One Big Problem

Mr. Musk,

Looking for a problem to solve with an invention? How about about a problem that affects more than 800 million people in the world, a problem that was the cause of 45% of all child deaths in 2011?

How about solving world hunger?

The main cause: many people in the world still do not have sufficient income to purchase (or land to grow) enough food. However, other cited causes include: harmful economic systems, armed  conflict, environmental overload, discrimination, and powerlessness.

The 1996 World Food Summit set a target to halve the number of undernourished people by 2015 from their number in 1990-92. However, while the number of hungry people in developing regions has fallen by over 200 million (from 991 million to 790.7 million), the goal was 497 million, which means that the target was not reached.

One Israeli inventor has developed a technology that can extend the shelf life of produce by 1,500% while also preventing disease and fungus, useful in countries where the transportation systems are slow and refrigeration is hard to come by. If all food was grown with his technology, he argues about a third of the food grown today which is typically lost to spoilage and disease would actually make it to market. Thus, farmers in poor countries could earn more on all produce they grow and have more to offer to those in their community, or small farms could have extra to sell and earn income.

One organization names many other solutions to world hunger: world hunger2sustainable food, access to credit, food donations, access to education, urban farming, government intervention, and birth control education.


I’m certainly no expert, but there is a plethora of research out there. World hunger is an immense issue with no single solution yet. Still, I’m sure with your expertise, you can brainstorm several inventions (that alter food itself, involve an inexpensive farm-in-a-box for anyone to grow their own food, use unique drones to carry food from one region to the next with regular deliveries, etc.) that will curb this problem and help us reach the World Food Summit goal of at least halving the number of undernourished people in the world.


But hey, if not, then how about a computer that is recharged through each push of a key on the keyboard? Then I wouldn’t have needed to locate and plug in my charger, and use electricity, during this post.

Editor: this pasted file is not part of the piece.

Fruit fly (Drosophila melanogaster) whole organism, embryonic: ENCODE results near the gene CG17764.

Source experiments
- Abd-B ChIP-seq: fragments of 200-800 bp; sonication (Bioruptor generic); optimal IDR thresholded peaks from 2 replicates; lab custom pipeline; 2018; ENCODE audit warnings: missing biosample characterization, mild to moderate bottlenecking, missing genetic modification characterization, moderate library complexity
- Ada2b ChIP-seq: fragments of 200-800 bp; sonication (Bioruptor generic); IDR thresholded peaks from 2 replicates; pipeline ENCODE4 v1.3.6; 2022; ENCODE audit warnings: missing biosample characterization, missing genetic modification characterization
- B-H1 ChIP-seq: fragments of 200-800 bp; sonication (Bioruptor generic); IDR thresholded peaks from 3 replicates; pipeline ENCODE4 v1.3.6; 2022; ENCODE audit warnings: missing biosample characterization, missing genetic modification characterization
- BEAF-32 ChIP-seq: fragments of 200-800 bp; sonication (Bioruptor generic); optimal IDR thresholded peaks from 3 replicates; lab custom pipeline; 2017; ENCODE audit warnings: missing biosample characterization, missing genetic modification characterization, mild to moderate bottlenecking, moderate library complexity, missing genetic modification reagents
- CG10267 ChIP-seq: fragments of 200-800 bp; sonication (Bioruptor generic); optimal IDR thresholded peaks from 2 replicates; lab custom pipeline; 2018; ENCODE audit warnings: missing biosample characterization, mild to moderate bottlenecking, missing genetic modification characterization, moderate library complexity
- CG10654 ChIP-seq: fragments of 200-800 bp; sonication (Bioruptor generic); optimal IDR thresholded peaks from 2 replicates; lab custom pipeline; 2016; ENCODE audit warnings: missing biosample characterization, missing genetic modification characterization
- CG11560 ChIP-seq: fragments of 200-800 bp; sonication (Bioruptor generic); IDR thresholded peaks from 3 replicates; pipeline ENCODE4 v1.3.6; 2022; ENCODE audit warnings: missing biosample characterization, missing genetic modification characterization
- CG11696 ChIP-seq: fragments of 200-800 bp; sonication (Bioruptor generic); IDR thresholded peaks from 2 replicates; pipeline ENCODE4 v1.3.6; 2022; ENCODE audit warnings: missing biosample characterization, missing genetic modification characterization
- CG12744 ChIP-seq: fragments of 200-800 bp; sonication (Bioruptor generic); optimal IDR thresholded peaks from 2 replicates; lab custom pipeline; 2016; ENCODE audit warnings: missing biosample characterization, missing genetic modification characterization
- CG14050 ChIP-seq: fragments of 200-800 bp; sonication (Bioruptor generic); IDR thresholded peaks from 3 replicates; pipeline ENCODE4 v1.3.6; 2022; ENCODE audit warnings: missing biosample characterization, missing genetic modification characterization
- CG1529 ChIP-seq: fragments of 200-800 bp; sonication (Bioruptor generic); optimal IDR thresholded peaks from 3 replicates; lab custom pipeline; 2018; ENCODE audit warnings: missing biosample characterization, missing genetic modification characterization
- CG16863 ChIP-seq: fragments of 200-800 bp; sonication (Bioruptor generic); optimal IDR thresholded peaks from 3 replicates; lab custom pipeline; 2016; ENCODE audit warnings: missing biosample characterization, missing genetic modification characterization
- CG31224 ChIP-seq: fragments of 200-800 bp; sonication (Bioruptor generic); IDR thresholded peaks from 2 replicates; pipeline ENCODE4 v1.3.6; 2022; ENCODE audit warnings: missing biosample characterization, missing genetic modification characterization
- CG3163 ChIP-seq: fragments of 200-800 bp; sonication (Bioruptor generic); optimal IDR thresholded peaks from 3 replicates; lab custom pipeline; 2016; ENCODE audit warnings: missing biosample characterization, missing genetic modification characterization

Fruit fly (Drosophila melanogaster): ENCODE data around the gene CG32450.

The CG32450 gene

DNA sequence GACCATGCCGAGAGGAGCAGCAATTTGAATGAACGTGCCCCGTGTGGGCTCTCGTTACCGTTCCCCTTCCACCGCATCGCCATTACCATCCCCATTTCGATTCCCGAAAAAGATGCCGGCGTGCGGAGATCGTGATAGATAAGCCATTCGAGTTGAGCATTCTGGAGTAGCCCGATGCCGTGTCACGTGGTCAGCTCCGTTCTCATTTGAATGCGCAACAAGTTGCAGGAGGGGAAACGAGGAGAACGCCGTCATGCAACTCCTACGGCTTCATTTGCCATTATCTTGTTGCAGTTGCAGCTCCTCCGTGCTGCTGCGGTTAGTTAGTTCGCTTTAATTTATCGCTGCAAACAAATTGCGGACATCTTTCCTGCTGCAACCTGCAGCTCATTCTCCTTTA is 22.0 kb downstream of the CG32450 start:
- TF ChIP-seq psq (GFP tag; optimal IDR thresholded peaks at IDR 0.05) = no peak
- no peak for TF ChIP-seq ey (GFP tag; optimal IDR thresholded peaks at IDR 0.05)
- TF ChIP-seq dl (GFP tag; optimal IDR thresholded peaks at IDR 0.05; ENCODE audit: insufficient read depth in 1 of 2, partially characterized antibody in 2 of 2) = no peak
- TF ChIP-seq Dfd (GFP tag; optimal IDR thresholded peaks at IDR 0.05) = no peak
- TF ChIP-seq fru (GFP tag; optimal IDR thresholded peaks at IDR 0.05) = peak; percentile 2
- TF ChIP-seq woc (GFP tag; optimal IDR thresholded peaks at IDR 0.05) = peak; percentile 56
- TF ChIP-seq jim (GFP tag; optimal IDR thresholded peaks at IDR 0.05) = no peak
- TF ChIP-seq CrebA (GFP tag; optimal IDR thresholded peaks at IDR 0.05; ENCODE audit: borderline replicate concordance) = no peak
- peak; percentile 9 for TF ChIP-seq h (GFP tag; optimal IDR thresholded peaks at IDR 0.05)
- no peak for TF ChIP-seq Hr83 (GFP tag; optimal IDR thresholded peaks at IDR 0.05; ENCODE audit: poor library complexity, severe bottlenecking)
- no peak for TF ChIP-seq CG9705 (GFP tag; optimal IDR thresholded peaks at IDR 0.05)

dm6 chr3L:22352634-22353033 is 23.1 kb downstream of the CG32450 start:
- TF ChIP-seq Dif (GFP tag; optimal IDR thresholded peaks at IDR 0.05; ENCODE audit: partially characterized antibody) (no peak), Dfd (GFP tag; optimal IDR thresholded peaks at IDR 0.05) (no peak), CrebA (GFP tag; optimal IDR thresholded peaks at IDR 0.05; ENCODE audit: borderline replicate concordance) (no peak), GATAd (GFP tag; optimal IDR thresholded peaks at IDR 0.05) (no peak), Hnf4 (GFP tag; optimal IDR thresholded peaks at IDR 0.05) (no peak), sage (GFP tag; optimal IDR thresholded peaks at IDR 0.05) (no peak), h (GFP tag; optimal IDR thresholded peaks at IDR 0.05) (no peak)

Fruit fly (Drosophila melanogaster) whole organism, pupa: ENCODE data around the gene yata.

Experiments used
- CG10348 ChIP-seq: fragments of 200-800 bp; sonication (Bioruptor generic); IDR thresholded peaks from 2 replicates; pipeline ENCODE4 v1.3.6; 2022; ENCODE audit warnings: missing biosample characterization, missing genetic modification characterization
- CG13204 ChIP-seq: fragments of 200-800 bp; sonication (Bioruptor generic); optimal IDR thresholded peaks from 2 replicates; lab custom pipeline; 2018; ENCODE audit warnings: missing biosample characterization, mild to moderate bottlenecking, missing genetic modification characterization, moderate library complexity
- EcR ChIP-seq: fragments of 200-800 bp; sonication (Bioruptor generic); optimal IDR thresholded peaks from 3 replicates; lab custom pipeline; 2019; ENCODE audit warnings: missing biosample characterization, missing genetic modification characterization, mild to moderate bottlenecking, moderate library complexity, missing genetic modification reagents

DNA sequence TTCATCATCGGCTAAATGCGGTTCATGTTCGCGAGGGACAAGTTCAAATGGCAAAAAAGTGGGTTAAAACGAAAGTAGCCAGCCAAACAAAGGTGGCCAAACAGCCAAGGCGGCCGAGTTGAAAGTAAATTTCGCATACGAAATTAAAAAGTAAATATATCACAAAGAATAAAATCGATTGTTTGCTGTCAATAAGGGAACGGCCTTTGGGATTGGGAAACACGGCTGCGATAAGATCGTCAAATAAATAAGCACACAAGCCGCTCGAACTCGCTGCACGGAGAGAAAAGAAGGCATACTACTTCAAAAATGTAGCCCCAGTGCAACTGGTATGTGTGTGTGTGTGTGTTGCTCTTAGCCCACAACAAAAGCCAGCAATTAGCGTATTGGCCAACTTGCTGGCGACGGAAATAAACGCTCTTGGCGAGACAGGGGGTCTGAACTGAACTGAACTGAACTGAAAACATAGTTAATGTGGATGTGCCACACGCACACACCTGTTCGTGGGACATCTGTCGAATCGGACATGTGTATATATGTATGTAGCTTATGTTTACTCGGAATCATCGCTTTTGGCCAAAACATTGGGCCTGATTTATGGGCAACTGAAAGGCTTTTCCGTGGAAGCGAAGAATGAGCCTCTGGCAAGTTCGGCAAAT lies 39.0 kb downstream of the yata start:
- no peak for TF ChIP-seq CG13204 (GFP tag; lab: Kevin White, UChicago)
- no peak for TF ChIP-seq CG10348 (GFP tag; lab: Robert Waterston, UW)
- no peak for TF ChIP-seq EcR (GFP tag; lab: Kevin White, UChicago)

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7 thoughts on “One Big Problem”

  1. It’s interesting that you have chosen to focus on world hunger, which could be solved by society today. The amount the U.S. spends on its military budget is appealing. If even a fraction of it, say 5%, were deferred to food programs we would have significantly less staving children in the world. There are obviously other factors that come into the situation but I truly believe world hunger can be solved. An important question that arises though, is how sustainable are food programs? Do they help local, impoverished communities or do they perpetuate cycles of poverty and unemployment?

    Liked by 1 person

  2. I do believe that world hunger can be solved in our society today. Currently the US, consumes about 1500 tons of food per capita, which is significantly higher then the rest of the world. A lot of the food “consumed” also just goes to waste. So I think if we find an effective way to allocate food where less food would be thrown away, it can help alleviate some aspects of the world hunger. A lot of it has to do with the varies policies we have set in place that indirectly affect people.

    Liked by 1 person

  3. I actually was considering this same topic for an invention. You list several ideas and inventions that have been proposed and created that would greatly improve world hunger. The problem that I see that needs fixing is enforcing governments to start aiding this problem in a larger way. People are coming up with new, innovative ideas that could truly help with feeding the world (urban farming is actually a really cool invention), but the governments are not listening to these ideas and are pressured by the large food companies to keep the food industry the way it is. This is a totally solvable problem, countries just need to collaborate and pick one of the many solutions and follow through with it.

    Liked by 1 person

  4. I like this quote:

    “We have two or three times the amount of food right now that is needed to feed the number of people in the world,” said Joshua Muldavin, a geography professor at Sarah Lawrence College who focuses on food and agricultural instruction.

    We produce enough calories. Just not in the “right” places…


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